The HighPoint Security Hub – Oct 30, 2023

Navigating the ever-evolving landscape of cyber threats is a constant challenge. “The Security Hub” is here to make it easier, offering a succinct overview of the most pressing developments from the past two weeks.

This week, rogue Google Ads targeted those searching for PDF converters, SolarWinds faced another round of severe vulnerabilities and state-sponsored Russian and Chinese threat actors targeted WinRAR.


Global Developments

  1. Cisco issued a fix for a critical zero-day security vulnerability in its widely-used IOS XE software, in which an unidentified hacked installed malicious backdoors in about 42,000 devices worldwide. The suspicious activity dates back to Sept. 18 and continued through to Oct. 12 before being addressed by Cisco this week. Read more.
  2. SolarWinds has faced another round of vulnerabilities, with eight newly discovered that are considered to be of critical severity. These vulnerabilities potentially allow unauthorised parties to take over networks and gain the highest levels of privilege in any unpatched systems. After the highly publicised 2020 breach, one of the biggest cybersecurity breaches of the 21st century, these new vulnerabilities emphasise the importance of robust security measures. Read more.
  3. D-Link, the networking equipment manufacturer, confirmed a breach but disputed claims from the hacker about the extent of the compromise. The attacker claimed to have heisted 3 million lines of customer information and source code, including that of Taiwanese government officials. D-Link rebutted these claims, saying the stolen data was outdated and only amounted to 700 records. Read more.
  4. Popular identity and access management provider Okta suffered a breach of its support system that allowed as yet unidentified threat actors to access its support case management system. Okta has not disclosed the scale or timeframe of the attack, with this new attack being the latest in a long list of security breaches that have targeted the company in recent years. Read more.


Commonly Used Tools and Gadgets

  1. ServiceNow experienced a data leak that potentially puts thousands of companies at risk. A cybersecurity expert warned the vulnerability could have compromised private data for years, allowing unauthenticated users to extract data, including names, email addresses and internal documents. Around 70% of total data instances currently seem have been affected, although there is no proof as of yet that the glitch has been exploited by hackers. Read more.
  2. A critical vulnerability in Citrix NetScaler has been discovered that could expose sensitive data. The vulnerability, with a CVSS rating of 9.4, is considered remotely exploitable and low complexity without an attacker requiring high privileges or user interaction. Read more.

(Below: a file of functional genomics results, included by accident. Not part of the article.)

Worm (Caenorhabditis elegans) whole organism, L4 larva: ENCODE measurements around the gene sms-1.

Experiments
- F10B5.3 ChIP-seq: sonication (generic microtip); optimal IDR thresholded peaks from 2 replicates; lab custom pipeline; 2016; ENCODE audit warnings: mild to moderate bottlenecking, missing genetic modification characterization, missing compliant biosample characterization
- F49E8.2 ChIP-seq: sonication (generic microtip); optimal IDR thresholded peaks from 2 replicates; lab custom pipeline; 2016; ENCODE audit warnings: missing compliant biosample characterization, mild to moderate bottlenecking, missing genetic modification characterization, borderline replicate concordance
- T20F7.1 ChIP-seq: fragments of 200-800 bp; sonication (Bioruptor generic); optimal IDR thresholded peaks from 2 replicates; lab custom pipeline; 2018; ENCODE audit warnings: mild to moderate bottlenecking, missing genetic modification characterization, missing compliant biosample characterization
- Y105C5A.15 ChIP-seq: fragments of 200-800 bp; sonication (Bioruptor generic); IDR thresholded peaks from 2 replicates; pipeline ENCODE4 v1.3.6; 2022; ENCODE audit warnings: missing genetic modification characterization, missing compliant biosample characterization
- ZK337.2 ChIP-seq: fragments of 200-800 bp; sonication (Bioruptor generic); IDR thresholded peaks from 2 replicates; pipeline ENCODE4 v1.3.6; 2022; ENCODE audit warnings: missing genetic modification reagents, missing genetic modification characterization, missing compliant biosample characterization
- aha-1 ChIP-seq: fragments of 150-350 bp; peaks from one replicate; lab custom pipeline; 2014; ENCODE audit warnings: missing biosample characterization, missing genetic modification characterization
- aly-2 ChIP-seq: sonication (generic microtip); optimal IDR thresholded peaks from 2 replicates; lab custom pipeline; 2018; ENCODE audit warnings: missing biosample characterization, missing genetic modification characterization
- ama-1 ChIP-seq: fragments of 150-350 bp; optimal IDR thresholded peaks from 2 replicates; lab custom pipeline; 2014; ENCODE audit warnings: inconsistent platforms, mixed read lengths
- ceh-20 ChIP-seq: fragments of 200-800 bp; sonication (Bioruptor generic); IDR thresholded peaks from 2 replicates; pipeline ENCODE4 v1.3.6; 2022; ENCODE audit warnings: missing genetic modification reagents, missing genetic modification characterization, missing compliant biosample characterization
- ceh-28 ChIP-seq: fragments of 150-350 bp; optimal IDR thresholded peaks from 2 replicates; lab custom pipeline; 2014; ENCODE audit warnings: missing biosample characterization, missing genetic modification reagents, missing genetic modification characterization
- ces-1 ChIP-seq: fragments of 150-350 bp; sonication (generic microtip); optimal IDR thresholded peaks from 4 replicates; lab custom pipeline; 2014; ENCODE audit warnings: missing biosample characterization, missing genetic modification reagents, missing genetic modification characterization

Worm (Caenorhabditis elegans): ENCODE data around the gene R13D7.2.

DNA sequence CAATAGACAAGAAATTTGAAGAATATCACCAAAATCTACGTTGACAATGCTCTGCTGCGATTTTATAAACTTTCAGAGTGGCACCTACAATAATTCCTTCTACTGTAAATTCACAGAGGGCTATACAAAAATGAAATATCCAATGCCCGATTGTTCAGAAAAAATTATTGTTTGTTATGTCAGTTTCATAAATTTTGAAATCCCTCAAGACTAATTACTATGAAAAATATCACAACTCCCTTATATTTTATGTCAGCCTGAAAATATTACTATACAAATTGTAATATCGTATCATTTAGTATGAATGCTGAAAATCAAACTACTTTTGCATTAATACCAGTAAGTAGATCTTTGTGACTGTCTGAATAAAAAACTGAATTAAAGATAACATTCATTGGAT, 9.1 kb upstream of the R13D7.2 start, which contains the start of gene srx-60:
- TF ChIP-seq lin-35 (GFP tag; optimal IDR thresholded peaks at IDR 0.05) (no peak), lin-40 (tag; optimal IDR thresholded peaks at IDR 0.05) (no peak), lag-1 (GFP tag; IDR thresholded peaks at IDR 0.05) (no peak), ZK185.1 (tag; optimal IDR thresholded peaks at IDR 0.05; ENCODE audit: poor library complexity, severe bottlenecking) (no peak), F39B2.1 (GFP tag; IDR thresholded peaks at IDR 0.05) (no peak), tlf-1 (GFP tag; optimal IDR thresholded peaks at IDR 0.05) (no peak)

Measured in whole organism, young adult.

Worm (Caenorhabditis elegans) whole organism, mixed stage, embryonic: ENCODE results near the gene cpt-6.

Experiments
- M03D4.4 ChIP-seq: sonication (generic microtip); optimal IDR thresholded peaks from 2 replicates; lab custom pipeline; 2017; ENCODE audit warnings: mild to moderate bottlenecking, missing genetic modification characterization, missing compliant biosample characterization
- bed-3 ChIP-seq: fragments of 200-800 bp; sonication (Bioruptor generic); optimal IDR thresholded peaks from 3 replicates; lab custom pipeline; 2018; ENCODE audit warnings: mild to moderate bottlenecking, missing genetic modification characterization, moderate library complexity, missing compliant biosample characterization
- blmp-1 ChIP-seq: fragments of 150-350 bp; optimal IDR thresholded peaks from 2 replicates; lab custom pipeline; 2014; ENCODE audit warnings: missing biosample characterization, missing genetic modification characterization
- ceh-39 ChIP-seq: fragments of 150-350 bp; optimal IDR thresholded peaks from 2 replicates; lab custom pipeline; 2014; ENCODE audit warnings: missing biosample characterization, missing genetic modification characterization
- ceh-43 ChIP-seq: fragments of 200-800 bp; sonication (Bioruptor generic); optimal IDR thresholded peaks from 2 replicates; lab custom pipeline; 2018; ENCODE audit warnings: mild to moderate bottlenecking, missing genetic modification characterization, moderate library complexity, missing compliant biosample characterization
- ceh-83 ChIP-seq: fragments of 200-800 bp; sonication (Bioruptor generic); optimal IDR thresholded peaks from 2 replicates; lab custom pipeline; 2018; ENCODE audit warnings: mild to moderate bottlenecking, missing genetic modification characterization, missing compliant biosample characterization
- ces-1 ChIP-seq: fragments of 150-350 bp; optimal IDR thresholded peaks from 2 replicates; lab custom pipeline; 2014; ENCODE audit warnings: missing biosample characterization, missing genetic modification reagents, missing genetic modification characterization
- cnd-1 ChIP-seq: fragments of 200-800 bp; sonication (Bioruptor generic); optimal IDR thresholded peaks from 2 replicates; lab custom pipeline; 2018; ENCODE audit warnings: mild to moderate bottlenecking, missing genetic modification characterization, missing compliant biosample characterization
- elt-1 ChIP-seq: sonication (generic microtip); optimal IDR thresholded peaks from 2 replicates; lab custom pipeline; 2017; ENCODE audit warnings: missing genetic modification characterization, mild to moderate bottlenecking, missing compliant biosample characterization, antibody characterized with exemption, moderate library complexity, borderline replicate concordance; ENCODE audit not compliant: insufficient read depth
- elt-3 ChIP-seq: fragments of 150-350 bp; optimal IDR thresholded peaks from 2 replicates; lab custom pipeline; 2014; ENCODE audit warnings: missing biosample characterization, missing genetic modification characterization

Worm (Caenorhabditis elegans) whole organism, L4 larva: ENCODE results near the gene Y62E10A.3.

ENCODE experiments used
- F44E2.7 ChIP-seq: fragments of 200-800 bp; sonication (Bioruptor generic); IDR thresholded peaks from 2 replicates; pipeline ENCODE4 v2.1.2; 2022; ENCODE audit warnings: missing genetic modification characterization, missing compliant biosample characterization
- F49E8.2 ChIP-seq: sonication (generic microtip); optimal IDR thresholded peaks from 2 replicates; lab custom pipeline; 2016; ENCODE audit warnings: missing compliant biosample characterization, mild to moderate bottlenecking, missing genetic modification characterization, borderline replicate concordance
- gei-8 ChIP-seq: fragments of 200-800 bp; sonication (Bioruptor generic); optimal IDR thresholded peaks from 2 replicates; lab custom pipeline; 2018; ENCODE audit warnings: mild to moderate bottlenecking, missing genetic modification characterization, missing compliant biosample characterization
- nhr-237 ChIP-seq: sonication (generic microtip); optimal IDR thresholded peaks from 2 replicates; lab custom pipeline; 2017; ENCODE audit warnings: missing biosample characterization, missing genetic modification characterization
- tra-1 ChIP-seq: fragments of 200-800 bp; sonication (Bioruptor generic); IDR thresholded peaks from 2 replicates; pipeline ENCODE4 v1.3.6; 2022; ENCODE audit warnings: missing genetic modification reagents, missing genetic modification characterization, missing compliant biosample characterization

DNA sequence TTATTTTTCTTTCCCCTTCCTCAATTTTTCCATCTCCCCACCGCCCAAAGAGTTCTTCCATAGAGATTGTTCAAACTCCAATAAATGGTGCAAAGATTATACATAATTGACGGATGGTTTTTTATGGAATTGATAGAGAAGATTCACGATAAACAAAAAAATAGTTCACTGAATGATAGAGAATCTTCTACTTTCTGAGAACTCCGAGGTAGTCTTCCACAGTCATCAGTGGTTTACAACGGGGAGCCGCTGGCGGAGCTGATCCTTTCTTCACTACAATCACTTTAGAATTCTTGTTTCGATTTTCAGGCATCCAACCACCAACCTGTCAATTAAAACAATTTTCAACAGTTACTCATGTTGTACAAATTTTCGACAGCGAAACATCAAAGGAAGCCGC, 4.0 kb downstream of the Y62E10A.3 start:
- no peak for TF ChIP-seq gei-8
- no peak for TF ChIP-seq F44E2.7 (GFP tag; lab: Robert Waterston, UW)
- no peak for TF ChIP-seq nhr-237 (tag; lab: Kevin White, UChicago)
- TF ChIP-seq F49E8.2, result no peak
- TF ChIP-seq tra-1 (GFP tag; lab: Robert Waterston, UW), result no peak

3. Microsoft has resolved a known issue that has been affecting Outlook since June, causing slow starts and program freezes for many users. The fix is being rolled out to Beta users now, with plans for it to reach all users in late November. Read more.
  4. Researchers at Google’s Threat Analysis Group have been tracking persistent attacks in recent weeks that are exploiting a WinRAR vulnerability to delivery infostealers and backdoor malware. State-sponsored threat actors from Russia and China are particularly targeting organisations in Ukraine and Papua New Guinea. The exploited flaw is a known and patched WinRAR vulnerability, but systems that haven’t been updated remain vulnerable. Read more.


Malware and Ransomware

  1. Attackers are hiding malware in seemingly innocuous browser updates. By seeding legitimate but vulnerable websites with malicious JavaScript, they are able to present website users with convincing browser update notifications that when clicked, mask dangerous payloads. At least four different threat clusters so far have adopted this new approach, with the trend appearing to be growing. Read more.
  2. The BlackCat ransomware has evolved, now using a new ‘Munchkin’ tool that uses virtual machines to stealthily deploy encryptors into network devices, enabling the ransomware to run on remote systems. This update to an already extensive ransomware arsenal makes BlackCat more attractive to cybercriminals and makes it easier for them to bypass security solutions. Read more.
  3. Malvertisers are using Google Ads to target users who search for Notepad++ and PDF converters. Exploiting user trust in advertisements, the malware directs users to fictitious landing pages, silently fingerprinting devices to determine if the user is a potential target or not before delivering final-state malware. These rogue Google Ads are a sign that malvertising via search engines is increasing in sophistication. Read more.

Wrapping It Up

The cybersecurity landscape is ever-changing and staying informed is paramount to staying protected. Keep an eye on these developments and ensure your security measures are up to the task.

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